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Sew Buttons on Balloons and Happy Valentine’s Day.

This is a collection of stuff on my radar.

1.) Atrios at Eschaton has a quote from an article featuring Steve Scalise on his site about making people work for their Social Security benefits. That’s interesting if Scalise is referring to retirement and not disability. By the way, some recipients on Social Security disability payments are over retirement age and due to life circumstances out of their control, not only have health issues that prevent them from working but disability is their ONLY source of income. I’m going to be pretty annoyed if Scalise is planning to deprive these people of the miserly payments we give them now just to prove that we are a nation of overworked citizens who can’t even enjoy the last years of our lives without justifying our existence. It feels Germany circa 1939 to me.

If he’s referring to retirement, probably to solve the labor shortage, I would expect he applies his new rule to everyone on social security who is not disabled regardless of age. Social Security depends on EVERYONE buying into it and trusting that the money will be there when they’re ready to stop working. Creating a two tier system for older vs younger retirees, that is the wedge issue that Scalise and the Republicans want to use to separate retirees, anger the youngs and kill Social Security as we know it.

If you voted Republican because you were convinced that the government can’t do anything right, now is the time to sit and think about what these con men talked you into.

2.) It may be time to stop going to Twitter. I’ve been reading about how Starlink stopped allowing Ukraine to use its system for drone attacks on Russians. The timing is super suspicious. Last September, Starlink was cut off from an FTC grant for something like $880M because it failed to meet its obligation to bring internet services to hard to reach rural America. It was shortly after that when Starlink said it was cutting off Ukraine from using the system for defensive purposes.

Last September/October, the Ukrainian army was on a roll, tearing through the Kherson region and taking back territory. But for some reason, the initiative stalled. I’d like to know whether Starlink cutting off Ukraine at a crucial period of time has something to do with that.

There are a few things I want to know about including Elon’s sudden support for diplomacy last fall where Ukraine cedes a significant chunk of its territory to Russia in exchange for peace.

Was he using his leverage to slow down the Ukrainian offensive in order to pressure the administration to approve the FTC grant?

What kind of “deals” did he make with the Trump administration in 2020 wrt Starlink and SpaceX?

SpaceX is cool and groovy and landing a rocket on a platform tickles my geek fancy but right from the very beginning, I’ve felt really uncomfortable outsourcing what should be a major US National security function to a private entity. My fears have proven justified, I think. I’d like to know how much control the US Defense Department has of SpaceX and Starlink in its current iteration. Do we treat it as a defense contractor like Lockheed Martin or are we going to Elon hat in hand, begging him to allow us to use his pretty toys, while we give him access to our NASA launch capabilities?

In other words, are we allowing Elon Musk to direct our foreign policy? Because that’s what this feels like. And no, I don’t think a private company can make better decisions about the safety of the country or the world than the Departments of Defense and State.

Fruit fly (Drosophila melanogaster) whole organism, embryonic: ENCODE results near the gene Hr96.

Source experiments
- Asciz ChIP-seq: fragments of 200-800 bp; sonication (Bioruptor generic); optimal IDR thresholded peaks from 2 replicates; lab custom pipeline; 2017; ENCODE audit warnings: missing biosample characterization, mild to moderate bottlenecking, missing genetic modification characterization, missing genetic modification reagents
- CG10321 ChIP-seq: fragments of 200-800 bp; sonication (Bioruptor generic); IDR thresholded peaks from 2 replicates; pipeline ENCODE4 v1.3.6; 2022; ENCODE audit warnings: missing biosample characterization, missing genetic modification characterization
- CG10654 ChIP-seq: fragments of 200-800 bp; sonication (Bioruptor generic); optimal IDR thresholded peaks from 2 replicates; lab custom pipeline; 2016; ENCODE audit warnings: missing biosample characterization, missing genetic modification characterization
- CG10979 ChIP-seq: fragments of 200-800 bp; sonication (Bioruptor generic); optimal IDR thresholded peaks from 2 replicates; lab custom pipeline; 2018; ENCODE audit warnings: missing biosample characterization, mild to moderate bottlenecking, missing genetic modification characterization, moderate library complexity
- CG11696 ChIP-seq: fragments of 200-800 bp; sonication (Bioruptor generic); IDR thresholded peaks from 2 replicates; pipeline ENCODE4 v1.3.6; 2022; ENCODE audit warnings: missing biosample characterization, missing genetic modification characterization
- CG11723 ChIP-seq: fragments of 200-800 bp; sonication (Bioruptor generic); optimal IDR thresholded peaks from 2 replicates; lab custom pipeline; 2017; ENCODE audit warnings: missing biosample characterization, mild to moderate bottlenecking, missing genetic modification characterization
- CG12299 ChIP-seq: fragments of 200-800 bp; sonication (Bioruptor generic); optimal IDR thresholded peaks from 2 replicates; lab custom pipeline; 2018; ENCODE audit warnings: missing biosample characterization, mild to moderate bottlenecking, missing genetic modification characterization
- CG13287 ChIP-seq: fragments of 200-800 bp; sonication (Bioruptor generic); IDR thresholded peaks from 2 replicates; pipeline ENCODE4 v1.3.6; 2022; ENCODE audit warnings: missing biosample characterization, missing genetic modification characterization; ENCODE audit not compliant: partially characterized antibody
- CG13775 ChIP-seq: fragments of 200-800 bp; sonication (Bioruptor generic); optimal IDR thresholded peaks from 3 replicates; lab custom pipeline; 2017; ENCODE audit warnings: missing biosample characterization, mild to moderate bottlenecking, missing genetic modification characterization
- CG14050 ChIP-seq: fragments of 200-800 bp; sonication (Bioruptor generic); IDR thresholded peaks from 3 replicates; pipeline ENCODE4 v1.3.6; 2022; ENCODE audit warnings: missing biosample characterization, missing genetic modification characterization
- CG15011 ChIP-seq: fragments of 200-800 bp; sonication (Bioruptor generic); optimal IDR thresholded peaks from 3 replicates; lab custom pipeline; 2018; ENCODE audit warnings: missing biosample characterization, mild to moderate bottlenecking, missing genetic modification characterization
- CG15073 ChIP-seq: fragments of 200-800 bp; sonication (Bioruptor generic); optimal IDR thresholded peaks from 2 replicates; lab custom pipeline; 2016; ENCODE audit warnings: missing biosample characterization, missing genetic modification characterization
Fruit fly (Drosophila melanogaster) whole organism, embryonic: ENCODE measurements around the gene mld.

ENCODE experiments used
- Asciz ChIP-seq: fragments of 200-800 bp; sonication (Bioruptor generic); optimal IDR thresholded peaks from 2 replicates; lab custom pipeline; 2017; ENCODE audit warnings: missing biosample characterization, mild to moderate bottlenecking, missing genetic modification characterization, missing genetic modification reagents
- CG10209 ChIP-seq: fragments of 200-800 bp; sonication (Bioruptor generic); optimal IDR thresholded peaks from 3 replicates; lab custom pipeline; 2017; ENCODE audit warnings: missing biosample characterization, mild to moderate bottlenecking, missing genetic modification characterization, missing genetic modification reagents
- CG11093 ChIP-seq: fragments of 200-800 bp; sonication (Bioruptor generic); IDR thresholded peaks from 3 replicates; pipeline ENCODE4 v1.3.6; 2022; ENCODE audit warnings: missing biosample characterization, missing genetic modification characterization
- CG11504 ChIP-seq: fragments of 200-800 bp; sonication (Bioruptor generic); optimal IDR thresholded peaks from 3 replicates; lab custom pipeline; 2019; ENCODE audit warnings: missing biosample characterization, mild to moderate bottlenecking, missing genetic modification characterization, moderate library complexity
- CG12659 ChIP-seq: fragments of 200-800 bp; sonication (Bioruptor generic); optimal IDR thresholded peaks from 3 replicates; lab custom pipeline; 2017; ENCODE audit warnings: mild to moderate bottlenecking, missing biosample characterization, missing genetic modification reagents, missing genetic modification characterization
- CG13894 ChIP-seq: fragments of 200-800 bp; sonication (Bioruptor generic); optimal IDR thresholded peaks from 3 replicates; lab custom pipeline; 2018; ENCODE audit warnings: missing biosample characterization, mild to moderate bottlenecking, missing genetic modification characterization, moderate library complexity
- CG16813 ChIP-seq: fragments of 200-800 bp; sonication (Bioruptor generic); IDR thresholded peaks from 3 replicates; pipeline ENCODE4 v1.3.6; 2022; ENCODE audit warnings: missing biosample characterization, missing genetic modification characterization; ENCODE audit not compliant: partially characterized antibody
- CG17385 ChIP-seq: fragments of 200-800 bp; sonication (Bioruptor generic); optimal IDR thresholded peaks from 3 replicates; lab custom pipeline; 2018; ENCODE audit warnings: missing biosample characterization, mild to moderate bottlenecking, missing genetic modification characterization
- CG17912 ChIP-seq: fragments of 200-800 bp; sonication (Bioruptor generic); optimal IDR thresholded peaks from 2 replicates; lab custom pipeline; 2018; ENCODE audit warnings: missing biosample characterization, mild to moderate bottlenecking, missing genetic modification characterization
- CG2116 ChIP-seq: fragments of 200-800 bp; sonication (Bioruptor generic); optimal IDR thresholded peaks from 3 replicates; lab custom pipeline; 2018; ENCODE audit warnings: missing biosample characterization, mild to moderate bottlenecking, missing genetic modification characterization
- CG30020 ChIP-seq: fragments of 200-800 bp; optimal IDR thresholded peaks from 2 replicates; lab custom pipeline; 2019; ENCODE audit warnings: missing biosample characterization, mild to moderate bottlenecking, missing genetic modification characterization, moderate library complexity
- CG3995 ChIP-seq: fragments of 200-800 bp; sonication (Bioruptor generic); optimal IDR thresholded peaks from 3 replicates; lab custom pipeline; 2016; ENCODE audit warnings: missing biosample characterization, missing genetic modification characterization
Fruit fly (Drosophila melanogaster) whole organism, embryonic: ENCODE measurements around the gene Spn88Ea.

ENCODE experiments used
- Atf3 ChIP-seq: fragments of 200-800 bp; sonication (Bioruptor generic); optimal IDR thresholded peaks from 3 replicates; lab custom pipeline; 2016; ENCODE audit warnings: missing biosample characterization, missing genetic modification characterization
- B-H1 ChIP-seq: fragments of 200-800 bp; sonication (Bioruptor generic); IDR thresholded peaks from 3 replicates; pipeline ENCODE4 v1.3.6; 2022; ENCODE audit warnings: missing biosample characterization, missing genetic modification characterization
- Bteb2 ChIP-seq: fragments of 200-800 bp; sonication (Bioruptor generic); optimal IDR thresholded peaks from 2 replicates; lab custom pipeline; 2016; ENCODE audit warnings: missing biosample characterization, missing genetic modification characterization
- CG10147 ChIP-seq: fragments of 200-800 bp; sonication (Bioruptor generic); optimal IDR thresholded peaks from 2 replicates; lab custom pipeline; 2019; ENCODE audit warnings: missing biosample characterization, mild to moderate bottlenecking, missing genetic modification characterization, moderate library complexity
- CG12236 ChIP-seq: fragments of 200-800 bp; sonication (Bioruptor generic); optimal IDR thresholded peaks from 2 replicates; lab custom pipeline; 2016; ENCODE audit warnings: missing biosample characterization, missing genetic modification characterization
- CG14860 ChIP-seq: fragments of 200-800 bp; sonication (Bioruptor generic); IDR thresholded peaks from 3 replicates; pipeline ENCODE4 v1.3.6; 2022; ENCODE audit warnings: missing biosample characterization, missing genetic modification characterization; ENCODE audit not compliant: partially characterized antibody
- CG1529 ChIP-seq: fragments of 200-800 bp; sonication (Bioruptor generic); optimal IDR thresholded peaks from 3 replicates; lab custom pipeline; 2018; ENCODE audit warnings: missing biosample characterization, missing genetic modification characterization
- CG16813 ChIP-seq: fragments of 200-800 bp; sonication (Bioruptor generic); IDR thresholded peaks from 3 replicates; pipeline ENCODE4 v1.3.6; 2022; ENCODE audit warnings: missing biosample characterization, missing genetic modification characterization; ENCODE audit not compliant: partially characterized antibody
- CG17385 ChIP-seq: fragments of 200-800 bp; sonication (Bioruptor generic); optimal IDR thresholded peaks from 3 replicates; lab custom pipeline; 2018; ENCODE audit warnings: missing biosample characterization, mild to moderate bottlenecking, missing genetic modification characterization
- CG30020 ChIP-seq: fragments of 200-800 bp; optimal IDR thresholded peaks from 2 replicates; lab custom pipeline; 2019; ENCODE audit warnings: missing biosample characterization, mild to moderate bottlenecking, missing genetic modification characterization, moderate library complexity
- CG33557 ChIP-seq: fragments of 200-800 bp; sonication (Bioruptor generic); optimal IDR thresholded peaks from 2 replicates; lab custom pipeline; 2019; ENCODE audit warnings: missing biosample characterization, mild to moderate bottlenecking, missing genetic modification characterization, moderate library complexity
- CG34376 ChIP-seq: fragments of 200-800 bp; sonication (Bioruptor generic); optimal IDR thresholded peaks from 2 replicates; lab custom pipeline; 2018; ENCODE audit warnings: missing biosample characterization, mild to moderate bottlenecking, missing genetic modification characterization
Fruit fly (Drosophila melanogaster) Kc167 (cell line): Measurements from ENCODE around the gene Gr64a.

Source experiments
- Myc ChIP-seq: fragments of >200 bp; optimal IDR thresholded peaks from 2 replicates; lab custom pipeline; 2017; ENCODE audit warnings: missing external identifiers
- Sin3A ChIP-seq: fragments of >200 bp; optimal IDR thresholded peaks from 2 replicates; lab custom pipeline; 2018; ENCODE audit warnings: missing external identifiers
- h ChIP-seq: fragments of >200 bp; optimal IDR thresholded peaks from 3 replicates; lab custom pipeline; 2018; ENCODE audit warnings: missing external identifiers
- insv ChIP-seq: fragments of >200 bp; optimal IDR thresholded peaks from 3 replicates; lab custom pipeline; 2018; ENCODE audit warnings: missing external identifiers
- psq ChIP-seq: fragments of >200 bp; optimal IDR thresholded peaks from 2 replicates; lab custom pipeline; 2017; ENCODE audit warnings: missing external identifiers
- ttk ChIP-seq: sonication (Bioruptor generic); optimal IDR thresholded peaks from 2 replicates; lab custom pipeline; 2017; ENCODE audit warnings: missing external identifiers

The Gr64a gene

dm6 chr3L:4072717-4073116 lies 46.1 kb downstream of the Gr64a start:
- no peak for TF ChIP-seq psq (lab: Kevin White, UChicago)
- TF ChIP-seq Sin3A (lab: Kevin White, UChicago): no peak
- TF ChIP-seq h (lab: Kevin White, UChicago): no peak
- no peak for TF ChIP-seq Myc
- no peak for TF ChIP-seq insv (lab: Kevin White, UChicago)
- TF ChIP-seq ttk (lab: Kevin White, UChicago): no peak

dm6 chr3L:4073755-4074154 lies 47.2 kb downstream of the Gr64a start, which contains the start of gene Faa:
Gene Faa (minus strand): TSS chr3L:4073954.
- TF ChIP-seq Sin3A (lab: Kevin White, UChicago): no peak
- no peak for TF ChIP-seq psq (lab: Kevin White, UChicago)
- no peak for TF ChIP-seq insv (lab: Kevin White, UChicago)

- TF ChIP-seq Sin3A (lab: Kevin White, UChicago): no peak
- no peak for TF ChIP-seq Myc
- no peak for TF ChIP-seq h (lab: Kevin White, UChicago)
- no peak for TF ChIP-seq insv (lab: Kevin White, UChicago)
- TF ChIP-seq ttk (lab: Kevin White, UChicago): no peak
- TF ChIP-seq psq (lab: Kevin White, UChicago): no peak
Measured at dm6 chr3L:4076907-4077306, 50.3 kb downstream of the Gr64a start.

My concern is that TFG really screwed us good with SpaceX Starlink. And as a result, the war in Ukraine, which should have wrapped up late last year, was stalled, giving Russia just enough time to regroup. If that true, there were a lot of lives lost. The cost of the war will be applied to the world as it drags on for a second year. We will need to send even more weapons systems to Ukraine. This is what happens in a war when your enemy is losing and you intentionally interrupt the progress of your allies. Plus, we have no idea if a petulant billionaire has given Starlink access to the Russians just to get even.

Given that Elon has been playing with our national security interests and still has the power to do so, the US DOD has contracted with Kynmeta, a Starlink competitor that is part of the Microsoft empire, to fill in the gaps for Ukraine. It’s not as advanced as Starlink but urgency can do wonders for development.

In the meantime, Elon is merrily destroying Twitter, acting like a Demi-god, making it harder for just regular people like me to identify and follow diverse news sources and find consensus. It’s almost like if a rich, capricious, vengeful, self-absorbed, vain guy with fluid morals and principals were not able to manipulate public opinion and vital national security goals for fun, profit and unwarranted fame, the Russians would have to invent him. I’d like to think that the Trump administration built in safeguards so that Elon couldn’t hold the world hostage this but I’m betting it didn’t. Maybe we can threaten to prevent them from using our DNS servers or remotely send a signal to scramble their passwords or hack their code. Something. Maybe we can shoot down some SpaceX rockets. “Ooops! They looked like balloons. Sorry, not sorry.”

It feels like we have a huge spy network in Starlink and Twitter and I’m not here for it. So, I’m going to assess whether or not I can cut Twitter and bug out to my accounts on Mastodon and Post. I’m sure Elon won’t waste any tears over that.

3.) Happy Valentine’s Day, oh best beloveds. No matter where you are or what your life circumstances, “you are a child of the universe, no less than the trees and the stars, you have a right to be here”. And that’s a lovely place to be.

Love and kisses from me to you.